But the Court entered summary judgment for the insurer: the injured customer’s Direct Action rights were no greater than the rights of the insureds, who had no coverage. Customer’s mid-2008 complaints with banking regulators were Claims as defined by the policy, triggering the insured bank’s reporting obligation within 60 days of learning of them; the bank, by waiting about a year to notify the insurer, had no coverage and neither did customer.

According to the Court, customer’s complaints to regulators, which were forwarded to the bank, “could be considered a ‘written demand for monetary damages’ . . . .” “Black’s Law Dictionary defines a demand as the ‘assertion of a legal or procedural right.'” “[T]here is no requirement that [the customer] submit the demand directly to [the bank] and/or [holding company]. Rather, in the case of the D&O coverage section, the demand need only be made against [them] and received by [them], which is exactly what happened here. [Customer] demanded from [bank] what he alleges is legally due to him, and that demand was received by [the bank]. Further, under the BPL Coverage Section, the demand may be made by or on behalf of [the customer]. In this case, the FDIC and the OFI submitted [customer’s] demand on his behalf, thus a claim was made.”

In addition:

[The bank’s] duty to notify [the insurer] was triggered on July 11, 2008 for the FDIC complaint and July 22, 2008 for the [Louisiana regulator’s] complaint, long before [the insurer] received notice of the claim in July 2009 and long after the sixty day reporting period had elapsed. By breaching this requirement, [the bank] failed to comply with a condition precedent of the Policy and coverage was never triggered.

The bank had no coverage; so neither did the “injured” customer. Whether the insurer was prejudiced by the untimely reporting didn’t factor into the Court’s decision; it’s not even mentioned. Numerous decisions in fact strictly enforce reporting requirements in claims-made policies without regard to prejudice. See, e.g., U.S. v. A.C. Strip, 868 F.2d 181 (6th Cir. 1989); Pantropic Power Prods v. Fireman’s Fund Ins. Co., 141 F.Supp.2d 1366 (S.D.Fla. 2001).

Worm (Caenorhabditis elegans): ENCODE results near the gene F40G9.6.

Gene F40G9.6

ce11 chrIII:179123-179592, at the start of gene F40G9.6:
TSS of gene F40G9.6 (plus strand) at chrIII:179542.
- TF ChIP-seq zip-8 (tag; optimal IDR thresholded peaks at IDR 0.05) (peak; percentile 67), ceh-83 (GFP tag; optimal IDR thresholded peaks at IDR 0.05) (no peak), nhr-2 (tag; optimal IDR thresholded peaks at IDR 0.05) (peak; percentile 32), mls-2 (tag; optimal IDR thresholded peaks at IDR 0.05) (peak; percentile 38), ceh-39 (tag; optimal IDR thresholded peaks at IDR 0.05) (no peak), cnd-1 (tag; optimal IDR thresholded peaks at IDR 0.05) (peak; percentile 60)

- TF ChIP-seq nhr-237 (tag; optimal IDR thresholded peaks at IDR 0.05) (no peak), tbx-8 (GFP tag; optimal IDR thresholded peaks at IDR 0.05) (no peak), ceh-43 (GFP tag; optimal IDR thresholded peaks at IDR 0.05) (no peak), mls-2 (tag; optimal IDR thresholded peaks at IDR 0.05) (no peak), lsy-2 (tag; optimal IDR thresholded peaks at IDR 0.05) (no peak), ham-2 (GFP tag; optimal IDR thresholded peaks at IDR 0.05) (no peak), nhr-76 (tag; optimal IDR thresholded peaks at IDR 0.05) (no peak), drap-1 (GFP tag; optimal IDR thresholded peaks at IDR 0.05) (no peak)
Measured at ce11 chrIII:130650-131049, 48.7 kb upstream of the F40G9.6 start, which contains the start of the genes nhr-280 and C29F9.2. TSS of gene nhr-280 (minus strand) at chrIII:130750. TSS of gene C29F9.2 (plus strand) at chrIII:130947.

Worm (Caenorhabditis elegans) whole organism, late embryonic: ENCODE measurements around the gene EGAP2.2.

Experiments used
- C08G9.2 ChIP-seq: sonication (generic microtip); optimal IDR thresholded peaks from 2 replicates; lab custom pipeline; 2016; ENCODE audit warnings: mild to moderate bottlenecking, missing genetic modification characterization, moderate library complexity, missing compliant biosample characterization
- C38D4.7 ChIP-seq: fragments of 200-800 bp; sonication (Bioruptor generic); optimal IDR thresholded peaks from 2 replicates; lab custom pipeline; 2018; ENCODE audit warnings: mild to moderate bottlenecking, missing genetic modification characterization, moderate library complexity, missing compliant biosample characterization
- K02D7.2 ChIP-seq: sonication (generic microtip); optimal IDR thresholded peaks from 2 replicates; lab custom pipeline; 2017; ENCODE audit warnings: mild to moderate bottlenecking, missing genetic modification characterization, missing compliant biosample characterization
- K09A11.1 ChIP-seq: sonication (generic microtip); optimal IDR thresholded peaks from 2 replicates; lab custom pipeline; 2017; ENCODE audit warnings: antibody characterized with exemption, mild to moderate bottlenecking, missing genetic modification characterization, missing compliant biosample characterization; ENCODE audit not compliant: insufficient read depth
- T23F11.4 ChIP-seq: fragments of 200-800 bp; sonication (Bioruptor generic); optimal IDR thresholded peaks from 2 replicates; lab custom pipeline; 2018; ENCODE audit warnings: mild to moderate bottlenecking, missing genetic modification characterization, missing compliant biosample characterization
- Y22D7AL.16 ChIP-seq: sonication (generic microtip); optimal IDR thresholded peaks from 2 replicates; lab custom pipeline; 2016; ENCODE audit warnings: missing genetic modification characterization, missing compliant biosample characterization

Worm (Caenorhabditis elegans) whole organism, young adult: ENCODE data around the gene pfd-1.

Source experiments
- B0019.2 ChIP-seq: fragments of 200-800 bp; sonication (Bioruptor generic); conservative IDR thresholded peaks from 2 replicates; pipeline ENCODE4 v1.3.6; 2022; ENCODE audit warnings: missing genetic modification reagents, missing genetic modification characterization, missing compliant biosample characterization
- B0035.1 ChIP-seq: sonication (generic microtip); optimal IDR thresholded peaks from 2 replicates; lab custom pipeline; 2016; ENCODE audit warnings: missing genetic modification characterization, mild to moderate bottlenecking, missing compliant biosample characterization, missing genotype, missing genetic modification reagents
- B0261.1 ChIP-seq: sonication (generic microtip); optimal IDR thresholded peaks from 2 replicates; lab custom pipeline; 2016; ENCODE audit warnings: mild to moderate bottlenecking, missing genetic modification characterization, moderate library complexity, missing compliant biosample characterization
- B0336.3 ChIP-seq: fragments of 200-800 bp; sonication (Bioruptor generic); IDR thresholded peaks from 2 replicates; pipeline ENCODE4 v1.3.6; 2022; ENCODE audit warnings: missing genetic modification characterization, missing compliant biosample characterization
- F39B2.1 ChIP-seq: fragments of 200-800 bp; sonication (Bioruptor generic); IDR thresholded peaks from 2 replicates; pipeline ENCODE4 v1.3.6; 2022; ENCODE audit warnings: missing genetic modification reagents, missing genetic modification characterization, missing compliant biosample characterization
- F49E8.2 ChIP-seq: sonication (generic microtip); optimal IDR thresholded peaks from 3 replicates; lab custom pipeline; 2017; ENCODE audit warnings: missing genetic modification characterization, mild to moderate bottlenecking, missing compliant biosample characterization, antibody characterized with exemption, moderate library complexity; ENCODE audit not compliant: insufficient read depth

The Court also rejected the customer’s waiver and estoppel argument, concluding “there is no evidence that [the insurer] ever took any other steps that were contrary to their intent to deny coverage.”

Moral of story for brokers, risk managers, and insureds: Promptly report to the insurer anything that smells like a Claim or potential Claim, even if you’re not sure about it’s nature. You have nothing to lose and the consequences of failing to report can be no coverage. Perhaps the bank employees receiving the regulators’ notice didn’t take the customer “complaints” seriously, particularly as they involved “theft” by the customer’s mom and sister. The bank did take things seriously when it was sued, much later – but by then it was too late. You might also consider a policy with a more-insured friendly notice provision.

Moral of the story for “injured parties” and their counsel: Your ability to collect may be only as good as your target defendant’s insurance. When your target fails to provide timely notice to the insurer, you may have no way to collect. To avoid this scenario, plaintiffs’ counsel will advise the target to provide it’s insurer notice promptly or, if possible, also will put the insurer on notice directly.

Moral of the story for insurers: A specific reporting requirement in a claims-made policy often will be strictly enforced, regardless of whether the insurer was prejudiced by delay. That scenario frequently isn’t the case for occurrence-type liability policies.

Tags: Louisiana, D&O, professional liability, direct action, notice

Category: D&O Digest, Professional Liability Insurance Digest Comment »